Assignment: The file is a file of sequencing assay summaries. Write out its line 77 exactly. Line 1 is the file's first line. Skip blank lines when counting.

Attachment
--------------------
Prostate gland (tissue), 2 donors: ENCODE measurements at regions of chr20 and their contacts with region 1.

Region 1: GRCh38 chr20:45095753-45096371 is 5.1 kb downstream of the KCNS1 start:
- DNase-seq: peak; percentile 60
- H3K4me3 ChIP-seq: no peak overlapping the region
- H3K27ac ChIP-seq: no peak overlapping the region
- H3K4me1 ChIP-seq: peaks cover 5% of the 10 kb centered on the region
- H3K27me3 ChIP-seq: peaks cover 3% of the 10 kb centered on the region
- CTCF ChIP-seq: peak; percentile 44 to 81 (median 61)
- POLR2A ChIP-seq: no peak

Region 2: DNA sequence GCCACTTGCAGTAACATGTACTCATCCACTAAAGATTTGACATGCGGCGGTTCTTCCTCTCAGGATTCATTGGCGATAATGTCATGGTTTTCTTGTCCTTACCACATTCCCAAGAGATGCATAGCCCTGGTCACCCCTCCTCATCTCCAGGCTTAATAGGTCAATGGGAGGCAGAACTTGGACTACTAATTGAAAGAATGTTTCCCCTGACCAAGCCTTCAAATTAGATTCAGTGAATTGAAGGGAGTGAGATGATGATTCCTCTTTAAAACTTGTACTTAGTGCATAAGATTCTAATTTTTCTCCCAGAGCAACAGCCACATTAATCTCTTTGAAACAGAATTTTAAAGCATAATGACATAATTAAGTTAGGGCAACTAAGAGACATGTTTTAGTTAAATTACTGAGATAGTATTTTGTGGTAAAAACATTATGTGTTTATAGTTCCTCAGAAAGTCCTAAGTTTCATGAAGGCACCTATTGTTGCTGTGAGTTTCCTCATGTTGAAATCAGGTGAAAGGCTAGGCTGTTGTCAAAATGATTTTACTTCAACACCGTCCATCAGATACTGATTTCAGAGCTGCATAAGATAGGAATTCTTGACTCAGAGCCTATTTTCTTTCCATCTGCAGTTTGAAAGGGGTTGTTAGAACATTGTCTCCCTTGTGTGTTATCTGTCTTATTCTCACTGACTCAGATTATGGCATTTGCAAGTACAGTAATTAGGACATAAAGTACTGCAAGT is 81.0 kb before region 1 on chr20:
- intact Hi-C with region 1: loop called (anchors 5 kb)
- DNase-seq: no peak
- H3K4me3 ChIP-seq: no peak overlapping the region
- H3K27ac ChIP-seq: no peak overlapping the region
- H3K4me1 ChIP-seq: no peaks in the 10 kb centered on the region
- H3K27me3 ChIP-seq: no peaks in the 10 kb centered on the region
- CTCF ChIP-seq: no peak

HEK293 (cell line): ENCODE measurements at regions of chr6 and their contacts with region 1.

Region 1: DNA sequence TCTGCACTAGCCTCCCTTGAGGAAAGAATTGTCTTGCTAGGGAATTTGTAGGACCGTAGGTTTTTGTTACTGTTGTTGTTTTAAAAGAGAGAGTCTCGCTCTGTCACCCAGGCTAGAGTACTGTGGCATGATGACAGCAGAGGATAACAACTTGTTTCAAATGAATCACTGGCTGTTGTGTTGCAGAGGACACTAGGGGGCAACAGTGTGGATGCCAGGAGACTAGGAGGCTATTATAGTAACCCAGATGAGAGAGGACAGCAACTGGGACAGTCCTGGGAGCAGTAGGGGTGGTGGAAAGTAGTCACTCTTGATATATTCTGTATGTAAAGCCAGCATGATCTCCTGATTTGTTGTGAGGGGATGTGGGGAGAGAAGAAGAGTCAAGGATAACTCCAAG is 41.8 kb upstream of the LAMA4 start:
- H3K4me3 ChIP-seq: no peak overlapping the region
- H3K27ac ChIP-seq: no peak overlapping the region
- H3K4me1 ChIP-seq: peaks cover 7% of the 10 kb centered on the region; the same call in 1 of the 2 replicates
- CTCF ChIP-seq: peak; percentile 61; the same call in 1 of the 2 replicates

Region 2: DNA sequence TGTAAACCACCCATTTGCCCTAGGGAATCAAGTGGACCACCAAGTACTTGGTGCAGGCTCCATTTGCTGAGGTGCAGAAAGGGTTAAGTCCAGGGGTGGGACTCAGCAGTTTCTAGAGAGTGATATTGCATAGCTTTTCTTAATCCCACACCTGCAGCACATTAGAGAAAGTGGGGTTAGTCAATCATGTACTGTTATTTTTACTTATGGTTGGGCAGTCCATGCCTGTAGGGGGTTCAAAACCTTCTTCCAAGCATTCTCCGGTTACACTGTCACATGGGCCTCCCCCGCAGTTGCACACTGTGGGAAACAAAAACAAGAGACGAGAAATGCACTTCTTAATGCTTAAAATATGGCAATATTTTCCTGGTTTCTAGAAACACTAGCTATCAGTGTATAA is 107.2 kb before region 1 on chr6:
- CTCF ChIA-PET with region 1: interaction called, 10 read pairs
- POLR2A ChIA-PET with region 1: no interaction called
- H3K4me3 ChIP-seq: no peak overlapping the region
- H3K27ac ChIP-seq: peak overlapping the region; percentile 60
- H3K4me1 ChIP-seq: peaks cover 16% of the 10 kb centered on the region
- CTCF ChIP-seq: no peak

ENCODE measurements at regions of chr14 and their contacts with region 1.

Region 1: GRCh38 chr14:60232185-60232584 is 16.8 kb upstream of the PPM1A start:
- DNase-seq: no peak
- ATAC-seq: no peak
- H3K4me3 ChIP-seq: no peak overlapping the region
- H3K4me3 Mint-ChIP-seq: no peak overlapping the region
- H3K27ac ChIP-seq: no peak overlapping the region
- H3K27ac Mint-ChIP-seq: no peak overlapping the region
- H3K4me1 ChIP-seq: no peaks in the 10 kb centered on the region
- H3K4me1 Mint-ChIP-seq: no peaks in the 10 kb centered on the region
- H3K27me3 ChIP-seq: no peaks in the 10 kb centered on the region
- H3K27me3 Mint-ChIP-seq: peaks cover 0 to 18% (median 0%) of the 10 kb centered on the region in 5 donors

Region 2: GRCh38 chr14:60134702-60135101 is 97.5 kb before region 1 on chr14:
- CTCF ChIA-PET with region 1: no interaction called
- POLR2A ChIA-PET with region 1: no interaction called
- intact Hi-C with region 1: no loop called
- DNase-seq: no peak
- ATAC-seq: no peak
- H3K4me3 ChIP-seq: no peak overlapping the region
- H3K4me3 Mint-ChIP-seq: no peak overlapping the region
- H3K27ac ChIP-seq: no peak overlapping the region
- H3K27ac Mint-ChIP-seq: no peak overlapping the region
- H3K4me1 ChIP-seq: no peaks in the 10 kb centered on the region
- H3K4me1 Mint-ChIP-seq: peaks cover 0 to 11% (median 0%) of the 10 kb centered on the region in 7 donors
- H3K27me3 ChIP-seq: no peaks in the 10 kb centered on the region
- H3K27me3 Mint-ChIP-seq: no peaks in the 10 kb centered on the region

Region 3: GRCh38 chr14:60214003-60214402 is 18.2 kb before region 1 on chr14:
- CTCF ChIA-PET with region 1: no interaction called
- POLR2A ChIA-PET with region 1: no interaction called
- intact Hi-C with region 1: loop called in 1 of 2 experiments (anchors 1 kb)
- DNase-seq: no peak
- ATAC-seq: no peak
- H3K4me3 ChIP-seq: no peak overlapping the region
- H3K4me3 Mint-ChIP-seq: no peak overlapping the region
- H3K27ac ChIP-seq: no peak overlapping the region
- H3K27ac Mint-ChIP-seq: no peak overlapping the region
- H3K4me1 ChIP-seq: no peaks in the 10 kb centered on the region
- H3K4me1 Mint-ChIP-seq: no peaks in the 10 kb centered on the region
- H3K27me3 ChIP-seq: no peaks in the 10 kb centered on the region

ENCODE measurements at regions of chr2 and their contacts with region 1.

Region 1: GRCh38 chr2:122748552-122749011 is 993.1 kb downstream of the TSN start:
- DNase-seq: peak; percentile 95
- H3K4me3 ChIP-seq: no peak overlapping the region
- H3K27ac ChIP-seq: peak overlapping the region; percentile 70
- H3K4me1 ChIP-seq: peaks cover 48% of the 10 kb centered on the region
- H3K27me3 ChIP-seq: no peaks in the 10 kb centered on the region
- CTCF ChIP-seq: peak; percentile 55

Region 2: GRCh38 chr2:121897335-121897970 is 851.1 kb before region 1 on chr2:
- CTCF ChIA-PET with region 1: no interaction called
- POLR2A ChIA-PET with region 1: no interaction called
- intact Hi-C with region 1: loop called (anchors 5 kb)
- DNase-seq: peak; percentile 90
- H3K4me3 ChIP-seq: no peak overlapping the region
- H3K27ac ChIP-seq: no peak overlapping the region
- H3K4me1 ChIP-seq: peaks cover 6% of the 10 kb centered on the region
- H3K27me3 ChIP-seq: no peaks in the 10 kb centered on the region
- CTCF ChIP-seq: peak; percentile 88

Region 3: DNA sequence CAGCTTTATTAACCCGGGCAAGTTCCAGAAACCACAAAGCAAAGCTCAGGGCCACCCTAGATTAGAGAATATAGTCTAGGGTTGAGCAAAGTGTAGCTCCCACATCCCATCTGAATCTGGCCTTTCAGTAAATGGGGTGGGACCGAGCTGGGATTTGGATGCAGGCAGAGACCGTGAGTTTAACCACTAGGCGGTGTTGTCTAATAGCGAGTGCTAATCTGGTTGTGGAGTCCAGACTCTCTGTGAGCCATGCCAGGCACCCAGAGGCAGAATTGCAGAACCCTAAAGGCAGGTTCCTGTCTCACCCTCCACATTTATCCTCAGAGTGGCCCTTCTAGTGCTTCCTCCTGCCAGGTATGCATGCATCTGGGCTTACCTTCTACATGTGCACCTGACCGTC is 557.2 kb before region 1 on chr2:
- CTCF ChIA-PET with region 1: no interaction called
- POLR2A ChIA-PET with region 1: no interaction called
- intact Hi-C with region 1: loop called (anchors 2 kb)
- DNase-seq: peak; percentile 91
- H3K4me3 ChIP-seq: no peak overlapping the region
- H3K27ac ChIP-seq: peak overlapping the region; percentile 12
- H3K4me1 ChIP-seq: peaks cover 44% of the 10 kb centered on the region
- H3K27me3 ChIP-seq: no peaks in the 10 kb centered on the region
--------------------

- CTCF ChIP-seq: peak; percentile 55